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The Southern Alberta Council on Public Affairs (SACPA) presents a session with University of Lethbridge professor Dr. Jennifer Mather as she discusses the status of women in science.
Women in Science: Why are there Relatively Few?
Date: Thursday, March 8, 2018
Time: 12 - 1:30 pm
Location: Country Kitchen Catering (below The Keg restaurant) 1715 Mayor Magrath Drive South
Cost: $11 lunch (hearty soup & bun, desert & coffee/tea) or $2 coffee/tea. RSVP not required
Although much of the world’s scientific research has been done by women, science is arguably still dominated by men, even though a sizable number of women enter the science and engineering fields. Their work however, is seldom recognized in a meaningful way and numerous women leave the profession before they become well established. Why is this still happening in 2018?
Women do not enter or do not thrive in careers in science and engineering, not just because babies get in the way (although they do), but because women often are made and seen to be unimportant. It is generally a fact that women are paid less to do the same work, asked to do less valued jobs even if they are well qualified, seen as unpleasant if they voice their opinion at meetings, and talked over when they do speak up.
Systemic barriers are slow to change, but what will it take before any measurable improvements are achieved for women in science? The speaker will contend that female scientists still face a tough road ahead, but that if we all work at it, there is light at the end of the tunnel.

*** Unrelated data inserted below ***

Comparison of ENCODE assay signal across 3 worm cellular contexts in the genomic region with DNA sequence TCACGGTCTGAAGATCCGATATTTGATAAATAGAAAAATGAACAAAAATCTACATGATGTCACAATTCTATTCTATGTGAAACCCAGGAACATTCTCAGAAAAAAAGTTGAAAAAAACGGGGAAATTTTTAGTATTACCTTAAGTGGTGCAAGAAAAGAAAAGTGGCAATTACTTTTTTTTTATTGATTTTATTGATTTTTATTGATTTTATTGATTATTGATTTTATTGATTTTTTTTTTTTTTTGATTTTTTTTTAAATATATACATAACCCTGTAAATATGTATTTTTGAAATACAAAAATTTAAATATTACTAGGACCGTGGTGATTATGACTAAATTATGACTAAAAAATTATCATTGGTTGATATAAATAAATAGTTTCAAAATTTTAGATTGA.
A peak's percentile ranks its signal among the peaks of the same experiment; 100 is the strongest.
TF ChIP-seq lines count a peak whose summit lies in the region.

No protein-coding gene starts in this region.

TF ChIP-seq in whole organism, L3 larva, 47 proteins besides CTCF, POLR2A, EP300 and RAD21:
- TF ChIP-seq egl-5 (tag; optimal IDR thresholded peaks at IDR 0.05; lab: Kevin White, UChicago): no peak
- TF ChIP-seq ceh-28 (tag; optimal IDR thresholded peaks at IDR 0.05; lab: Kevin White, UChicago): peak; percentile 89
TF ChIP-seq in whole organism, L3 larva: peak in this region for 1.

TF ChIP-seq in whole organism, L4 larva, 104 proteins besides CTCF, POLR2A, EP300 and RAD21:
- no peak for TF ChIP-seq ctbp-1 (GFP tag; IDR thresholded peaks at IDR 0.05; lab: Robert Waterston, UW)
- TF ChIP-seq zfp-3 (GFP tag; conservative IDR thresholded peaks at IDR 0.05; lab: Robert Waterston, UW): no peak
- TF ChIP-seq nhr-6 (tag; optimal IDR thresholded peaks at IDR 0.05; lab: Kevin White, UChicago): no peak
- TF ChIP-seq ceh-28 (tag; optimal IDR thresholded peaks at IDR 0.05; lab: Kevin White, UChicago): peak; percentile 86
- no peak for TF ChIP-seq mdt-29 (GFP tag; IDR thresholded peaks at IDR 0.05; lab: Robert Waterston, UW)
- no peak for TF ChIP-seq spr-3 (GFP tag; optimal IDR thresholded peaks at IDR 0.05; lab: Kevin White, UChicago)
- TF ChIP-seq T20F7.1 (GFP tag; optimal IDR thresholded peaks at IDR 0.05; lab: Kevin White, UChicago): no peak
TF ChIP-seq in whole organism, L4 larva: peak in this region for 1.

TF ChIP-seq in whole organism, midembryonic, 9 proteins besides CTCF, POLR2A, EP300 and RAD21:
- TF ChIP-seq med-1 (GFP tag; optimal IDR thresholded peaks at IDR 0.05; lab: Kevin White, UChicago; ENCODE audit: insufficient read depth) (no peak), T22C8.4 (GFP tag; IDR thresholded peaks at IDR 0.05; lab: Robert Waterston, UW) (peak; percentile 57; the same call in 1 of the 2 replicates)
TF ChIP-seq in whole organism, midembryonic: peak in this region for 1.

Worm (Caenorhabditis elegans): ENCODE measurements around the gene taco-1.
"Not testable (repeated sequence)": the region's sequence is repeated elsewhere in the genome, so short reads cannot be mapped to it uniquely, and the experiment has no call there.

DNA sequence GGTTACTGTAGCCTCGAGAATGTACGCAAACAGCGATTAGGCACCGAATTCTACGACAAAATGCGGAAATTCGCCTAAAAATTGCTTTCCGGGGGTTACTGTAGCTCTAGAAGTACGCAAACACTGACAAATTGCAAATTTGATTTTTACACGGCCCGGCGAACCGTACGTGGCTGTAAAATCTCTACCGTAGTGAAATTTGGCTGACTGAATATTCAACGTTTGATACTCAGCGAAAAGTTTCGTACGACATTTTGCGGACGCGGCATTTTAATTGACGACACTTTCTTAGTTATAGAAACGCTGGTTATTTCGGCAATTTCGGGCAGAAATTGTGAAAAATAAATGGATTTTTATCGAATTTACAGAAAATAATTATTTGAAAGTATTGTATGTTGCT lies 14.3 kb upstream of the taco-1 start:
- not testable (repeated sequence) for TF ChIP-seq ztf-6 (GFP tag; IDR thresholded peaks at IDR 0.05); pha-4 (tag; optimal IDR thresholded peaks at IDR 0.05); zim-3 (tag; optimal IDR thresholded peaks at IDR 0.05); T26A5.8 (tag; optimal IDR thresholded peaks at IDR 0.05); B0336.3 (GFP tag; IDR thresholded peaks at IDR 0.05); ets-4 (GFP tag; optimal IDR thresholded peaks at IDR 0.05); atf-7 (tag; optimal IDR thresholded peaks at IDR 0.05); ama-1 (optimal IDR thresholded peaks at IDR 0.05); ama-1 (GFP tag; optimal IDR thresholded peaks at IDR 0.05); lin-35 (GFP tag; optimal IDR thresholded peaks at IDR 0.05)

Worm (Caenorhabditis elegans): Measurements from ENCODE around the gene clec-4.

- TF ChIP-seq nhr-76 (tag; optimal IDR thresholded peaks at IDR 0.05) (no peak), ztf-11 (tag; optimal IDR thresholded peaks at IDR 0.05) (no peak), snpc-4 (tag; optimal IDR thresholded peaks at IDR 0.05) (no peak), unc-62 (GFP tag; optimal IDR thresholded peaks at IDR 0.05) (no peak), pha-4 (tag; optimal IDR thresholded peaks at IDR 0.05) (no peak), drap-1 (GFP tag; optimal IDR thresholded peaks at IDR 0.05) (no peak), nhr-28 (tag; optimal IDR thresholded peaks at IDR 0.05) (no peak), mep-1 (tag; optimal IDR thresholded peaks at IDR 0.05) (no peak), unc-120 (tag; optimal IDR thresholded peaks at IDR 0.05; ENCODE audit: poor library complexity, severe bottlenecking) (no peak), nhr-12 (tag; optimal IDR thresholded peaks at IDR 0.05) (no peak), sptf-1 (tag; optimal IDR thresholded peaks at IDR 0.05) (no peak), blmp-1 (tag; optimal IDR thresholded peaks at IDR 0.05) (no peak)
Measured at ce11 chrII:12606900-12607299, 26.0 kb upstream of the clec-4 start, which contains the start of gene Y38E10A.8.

Speaker: Dr. Jennifer Mather
Dr. Mather was born in Victoria, BC, where she developed her fascination for sea animals. She holds a BSc in Biology from UBC, an MSc in Biology from Florida State University, and a PhD in Psychology from Brandeis University, after which she earned a University Research Fellowship and worked as a Research Assistant Professor at Western University for five years.
Dr. Mather has been at the University of Lethbridge since 1985, where she currently works as a Professor of Psychology, researching octopus behaviour. Beyond this research interest, Dr. Mather's work is also concerned with women in science (having been involved in activism and teaching on gender issues), non-standard university teaching, human-animal interactions and invertebrate welfare.
Moderator: Krysty Munns
For more information on the Southern Alberta Council on Public Affairs, visit the SACPA website.